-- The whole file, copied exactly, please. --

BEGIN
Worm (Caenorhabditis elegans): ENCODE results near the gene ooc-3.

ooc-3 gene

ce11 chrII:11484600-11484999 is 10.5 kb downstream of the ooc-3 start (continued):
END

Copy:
Worm (Caenorhabditis elegans): ENCODE results near the gene ooc-3.

ooc-3 gene

ce11 chrII:11484600-11484999 is 10.5 kb downstream of the ooc-3 start (continued):